EFF makes its presence known in statehouses across the country to advocate for strong privacy laws, broadband access, and to protect and advance your digital rights. The pandemic has changed a lot about how state legislators operate in 2021, but one thing has remained the same: EFF steps up to fight for you from coast to coast.
Golden Opportunities in the Golden State
We helped win a huge victory in for all Californians this year, finally securing an historic $6 billion investment for broadband infrastructure for the state of California. Building on the work and community support we started building in 2020 for investment to close the digital divide, we were able to help bring those efforts across the finish line.
EFF has vocally supported efforts to expand and improve broadband infrastructure to bring access to 21st-century broadband technology to every community. For years, internet service providers have carved up the state, neglecting low-income and rural communities. It's become abundantly clear that the market alone will not close the digital divide; that's why we need policy. The struggles many people had while learning and working remotely in the pandemic made it clearer than ever that California needed to change the status quo.
California’s new broadband program approaches the problem on multiple fronts. It empowers local public entities, local private actors, and the state government itself to be the source of the solution. Through a combination of new construction, low-interest loans, and grants, this money will allow communities to have more input on where and how networks are built.
This victory came from combination of persistent statewide activism from all corners, political leadership by people such as Senator Lena Gonzalez, investment funding from the American Rescue Plan passed by Congress, and a multi-billion broadband plan included in Governor Newsom’s budget.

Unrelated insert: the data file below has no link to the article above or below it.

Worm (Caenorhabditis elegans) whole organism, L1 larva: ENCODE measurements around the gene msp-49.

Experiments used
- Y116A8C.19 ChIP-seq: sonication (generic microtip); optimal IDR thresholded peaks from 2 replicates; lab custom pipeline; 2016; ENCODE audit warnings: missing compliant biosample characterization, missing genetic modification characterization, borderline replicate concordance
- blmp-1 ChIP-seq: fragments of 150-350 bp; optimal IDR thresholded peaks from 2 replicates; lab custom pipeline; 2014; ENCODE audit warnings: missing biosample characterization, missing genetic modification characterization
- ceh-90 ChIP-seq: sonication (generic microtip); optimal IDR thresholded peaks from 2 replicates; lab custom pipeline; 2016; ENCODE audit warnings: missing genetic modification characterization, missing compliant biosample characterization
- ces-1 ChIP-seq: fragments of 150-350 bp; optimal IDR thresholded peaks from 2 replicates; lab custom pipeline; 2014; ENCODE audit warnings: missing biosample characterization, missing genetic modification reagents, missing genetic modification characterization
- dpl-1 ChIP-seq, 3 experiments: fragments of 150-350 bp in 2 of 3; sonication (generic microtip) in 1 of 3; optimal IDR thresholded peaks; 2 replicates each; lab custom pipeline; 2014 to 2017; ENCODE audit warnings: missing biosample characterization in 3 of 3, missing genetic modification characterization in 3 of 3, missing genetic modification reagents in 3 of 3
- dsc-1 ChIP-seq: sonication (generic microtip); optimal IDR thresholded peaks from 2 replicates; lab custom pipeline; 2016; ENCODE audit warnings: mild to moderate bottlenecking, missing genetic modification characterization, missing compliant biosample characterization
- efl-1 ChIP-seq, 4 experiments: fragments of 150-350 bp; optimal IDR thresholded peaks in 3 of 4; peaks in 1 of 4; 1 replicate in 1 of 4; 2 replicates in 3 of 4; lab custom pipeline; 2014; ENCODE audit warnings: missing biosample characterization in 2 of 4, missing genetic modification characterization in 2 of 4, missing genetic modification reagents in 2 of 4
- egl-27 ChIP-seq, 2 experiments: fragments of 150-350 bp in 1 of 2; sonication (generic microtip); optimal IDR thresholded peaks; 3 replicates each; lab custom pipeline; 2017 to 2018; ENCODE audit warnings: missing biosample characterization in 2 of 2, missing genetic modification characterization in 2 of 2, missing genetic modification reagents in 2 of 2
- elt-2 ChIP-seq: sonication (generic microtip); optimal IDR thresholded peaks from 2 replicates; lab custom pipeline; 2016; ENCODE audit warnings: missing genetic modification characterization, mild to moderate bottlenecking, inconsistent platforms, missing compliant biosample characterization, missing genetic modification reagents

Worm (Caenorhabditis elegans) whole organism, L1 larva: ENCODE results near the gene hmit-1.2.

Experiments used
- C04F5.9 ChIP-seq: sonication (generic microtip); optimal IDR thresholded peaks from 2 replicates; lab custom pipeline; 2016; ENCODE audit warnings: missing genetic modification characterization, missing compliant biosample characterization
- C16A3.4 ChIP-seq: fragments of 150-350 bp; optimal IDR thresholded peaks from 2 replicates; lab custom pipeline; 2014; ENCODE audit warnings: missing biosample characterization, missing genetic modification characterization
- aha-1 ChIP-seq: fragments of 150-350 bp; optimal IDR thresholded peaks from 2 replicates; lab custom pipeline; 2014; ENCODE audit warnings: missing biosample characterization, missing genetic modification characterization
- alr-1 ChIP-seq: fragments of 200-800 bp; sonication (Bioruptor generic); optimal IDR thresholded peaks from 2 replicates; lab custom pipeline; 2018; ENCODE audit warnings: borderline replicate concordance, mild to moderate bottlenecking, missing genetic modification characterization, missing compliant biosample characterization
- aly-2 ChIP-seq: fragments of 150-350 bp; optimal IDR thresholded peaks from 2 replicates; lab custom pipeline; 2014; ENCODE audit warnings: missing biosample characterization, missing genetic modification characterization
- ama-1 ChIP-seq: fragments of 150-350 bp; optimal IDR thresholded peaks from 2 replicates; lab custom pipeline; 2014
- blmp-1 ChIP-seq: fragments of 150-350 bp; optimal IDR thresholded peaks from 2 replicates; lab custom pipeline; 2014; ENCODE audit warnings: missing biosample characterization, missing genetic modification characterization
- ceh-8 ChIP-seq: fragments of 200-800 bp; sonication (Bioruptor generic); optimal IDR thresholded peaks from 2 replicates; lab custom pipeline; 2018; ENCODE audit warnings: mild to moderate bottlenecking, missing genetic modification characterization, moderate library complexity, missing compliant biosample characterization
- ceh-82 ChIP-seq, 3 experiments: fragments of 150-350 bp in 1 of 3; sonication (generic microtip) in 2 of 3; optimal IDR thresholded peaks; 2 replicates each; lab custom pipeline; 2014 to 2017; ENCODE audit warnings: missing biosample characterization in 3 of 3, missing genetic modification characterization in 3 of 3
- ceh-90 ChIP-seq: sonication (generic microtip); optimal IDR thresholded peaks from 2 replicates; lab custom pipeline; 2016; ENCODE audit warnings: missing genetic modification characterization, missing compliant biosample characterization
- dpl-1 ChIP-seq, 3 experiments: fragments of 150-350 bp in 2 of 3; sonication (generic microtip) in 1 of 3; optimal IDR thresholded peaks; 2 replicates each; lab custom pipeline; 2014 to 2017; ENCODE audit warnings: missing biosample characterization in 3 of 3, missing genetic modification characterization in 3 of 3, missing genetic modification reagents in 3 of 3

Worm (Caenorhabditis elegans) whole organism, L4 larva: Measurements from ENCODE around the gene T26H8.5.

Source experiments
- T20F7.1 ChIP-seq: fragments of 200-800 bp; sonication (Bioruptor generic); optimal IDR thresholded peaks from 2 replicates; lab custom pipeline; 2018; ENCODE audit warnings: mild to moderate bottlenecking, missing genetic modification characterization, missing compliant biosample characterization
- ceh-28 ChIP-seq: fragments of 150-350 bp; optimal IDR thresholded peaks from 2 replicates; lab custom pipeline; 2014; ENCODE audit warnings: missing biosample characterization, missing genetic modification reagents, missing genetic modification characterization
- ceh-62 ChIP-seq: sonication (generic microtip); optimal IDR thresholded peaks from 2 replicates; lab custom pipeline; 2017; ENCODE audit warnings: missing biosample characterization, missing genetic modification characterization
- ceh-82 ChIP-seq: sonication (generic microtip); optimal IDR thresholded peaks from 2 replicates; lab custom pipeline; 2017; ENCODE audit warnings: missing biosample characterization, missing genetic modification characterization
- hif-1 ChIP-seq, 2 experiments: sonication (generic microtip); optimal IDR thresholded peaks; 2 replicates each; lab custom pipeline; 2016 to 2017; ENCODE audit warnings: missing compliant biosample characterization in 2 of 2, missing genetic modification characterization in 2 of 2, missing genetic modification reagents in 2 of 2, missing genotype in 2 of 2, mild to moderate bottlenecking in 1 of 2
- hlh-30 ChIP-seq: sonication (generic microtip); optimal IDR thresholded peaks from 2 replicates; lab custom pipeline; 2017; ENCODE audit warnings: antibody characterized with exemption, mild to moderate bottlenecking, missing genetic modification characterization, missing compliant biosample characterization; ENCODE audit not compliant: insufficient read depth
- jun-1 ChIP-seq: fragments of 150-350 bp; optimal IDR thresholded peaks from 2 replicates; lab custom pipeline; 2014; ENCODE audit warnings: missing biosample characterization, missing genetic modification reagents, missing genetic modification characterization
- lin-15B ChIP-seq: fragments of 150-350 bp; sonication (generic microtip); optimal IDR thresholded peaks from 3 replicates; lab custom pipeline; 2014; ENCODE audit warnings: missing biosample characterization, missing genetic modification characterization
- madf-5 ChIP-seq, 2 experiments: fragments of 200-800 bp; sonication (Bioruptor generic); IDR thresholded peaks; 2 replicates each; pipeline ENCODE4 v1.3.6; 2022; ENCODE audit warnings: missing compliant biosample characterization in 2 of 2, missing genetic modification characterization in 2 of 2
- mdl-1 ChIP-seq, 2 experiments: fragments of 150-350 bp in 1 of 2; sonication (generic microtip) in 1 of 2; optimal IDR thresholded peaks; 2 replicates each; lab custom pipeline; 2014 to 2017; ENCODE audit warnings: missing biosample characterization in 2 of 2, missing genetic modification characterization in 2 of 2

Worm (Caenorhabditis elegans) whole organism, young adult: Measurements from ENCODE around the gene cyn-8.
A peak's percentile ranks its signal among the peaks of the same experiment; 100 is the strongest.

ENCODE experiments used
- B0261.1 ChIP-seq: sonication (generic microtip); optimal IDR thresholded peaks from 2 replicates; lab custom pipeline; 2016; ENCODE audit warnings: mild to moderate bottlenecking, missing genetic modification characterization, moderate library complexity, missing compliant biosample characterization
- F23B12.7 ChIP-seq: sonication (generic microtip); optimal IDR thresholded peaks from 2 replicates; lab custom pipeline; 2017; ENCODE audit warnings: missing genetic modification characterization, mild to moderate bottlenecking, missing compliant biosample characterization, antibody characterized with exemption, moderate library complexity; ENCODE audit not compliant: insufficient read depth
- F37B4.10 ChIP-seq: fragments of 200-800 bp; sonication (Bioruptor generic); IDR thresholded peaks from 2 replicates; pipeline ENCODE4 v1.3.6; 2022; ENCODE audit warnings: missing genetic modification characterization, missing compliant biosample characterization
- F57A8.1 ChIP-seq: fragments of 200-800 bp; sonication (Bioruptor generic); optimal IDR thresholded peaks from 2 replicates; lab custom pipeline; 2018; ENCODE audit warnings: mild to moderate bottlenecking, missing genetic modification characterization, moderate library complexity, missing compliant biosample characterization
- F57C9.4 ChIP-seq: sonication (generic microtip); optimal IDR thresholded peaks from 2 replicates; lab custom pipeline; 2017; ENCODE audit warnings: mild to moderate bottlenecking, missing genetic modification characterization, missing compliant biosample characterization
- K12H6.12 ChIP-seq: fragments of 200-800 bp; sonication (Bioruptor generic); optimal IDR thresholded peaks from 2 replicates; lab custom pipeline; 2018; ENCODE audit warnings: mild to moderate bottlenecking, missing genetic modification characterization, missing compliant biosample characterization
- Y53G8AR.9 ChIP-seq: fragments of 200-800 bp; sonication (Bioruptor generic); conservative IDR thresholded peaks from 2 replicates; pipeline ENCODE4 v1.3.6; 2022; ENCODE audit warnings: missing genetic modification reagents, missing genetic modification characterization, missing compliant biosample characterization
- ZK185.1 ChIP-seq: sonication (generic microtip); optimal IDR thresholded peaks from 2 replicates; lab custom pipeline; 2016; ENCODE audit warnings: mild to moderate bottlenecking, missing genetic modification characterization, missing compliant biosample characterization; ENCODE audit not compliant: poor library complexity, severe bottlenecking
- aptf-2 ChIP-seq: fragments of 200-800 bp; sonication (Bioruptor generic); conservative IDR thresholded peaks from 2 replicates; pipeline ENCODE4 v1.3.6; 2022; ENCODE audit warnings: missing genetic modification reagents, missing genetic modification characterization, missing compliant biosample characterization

In addition to our broadband work, we also collaborated with other civil liberties groups in California on a couple of bills to improve privacy around genetic data. S.B. 41, authored by Sen. Tom Umberg, adds privacy requirements for direct-to-consumer (DTC) genetic testing companies such as Ancestry.com and 23 and Me. It gives consumers more transparency about how these companies use their information, more control over how it’s shared and retained, and establishes explicit protections against discrimination using genetic data.
A.B. 825, authored by Assemblymember Marc Levine, expanded the definition of personal information, for the purposes of the state’s data security and data breach notification laws, to include genetic data. That means that if a company is irresponsible with your genetic data, they can be held to account for it.
We were pleased that Governor Newsom signed both bills into law.
Make no mistake: our victories are yours, too. We thank every person who picked up the phone or sent an email to their California representative or senator. We could not have done this without that support.
Across The Country
Of course, California is not the only state where we fight for your digital rights. We’ve advocated across the country—from Washington to Virginia—to fight the bad bills and support the good ones in partnership with friends in those states.
In Washington, we joined a coalition to help pass Rep. Drew Hansen’s HB 1336, which expanded broadband choice. Signed into law by Washington's Gov. Jay Inslee, HB 1336 will improve access not only for rural parts of the state, but also underserved urban communities.
Of course, we haven’t won every fight. Over our opposition, Virginia’s legislature passed an empty privacy law—weak, underfunded, not designed with consumers in mind—that puts the desires of companies over the needs of consumers. As Reuters reported, lobbyists for Amazon handed the bill to the author and pushed hard for it to pass. Virginians deserved better.
Privacy will continue to be a hot topic in legislatures across the country next year. We urge lawmakers not to look at weak bills, such as Virginia’s or the recent “model bill” put forward by the Uniform Law Commission as examples to follow. Instead, we urge you to consider EFF's top priorities for privacy legislation, including strong enforcement.
Our state legislative work is as busy as it’s ever been. We’re working with more partners on the ground in states across the country—especially those in our local Electronic Frontier Alliance—to connect with our fellow advocates and fight together for everyone's digital rights. We look forward to being just as busy in 2022.
This article is part of our Year in Review series. Read other articles about the fight for digital rights in 2021.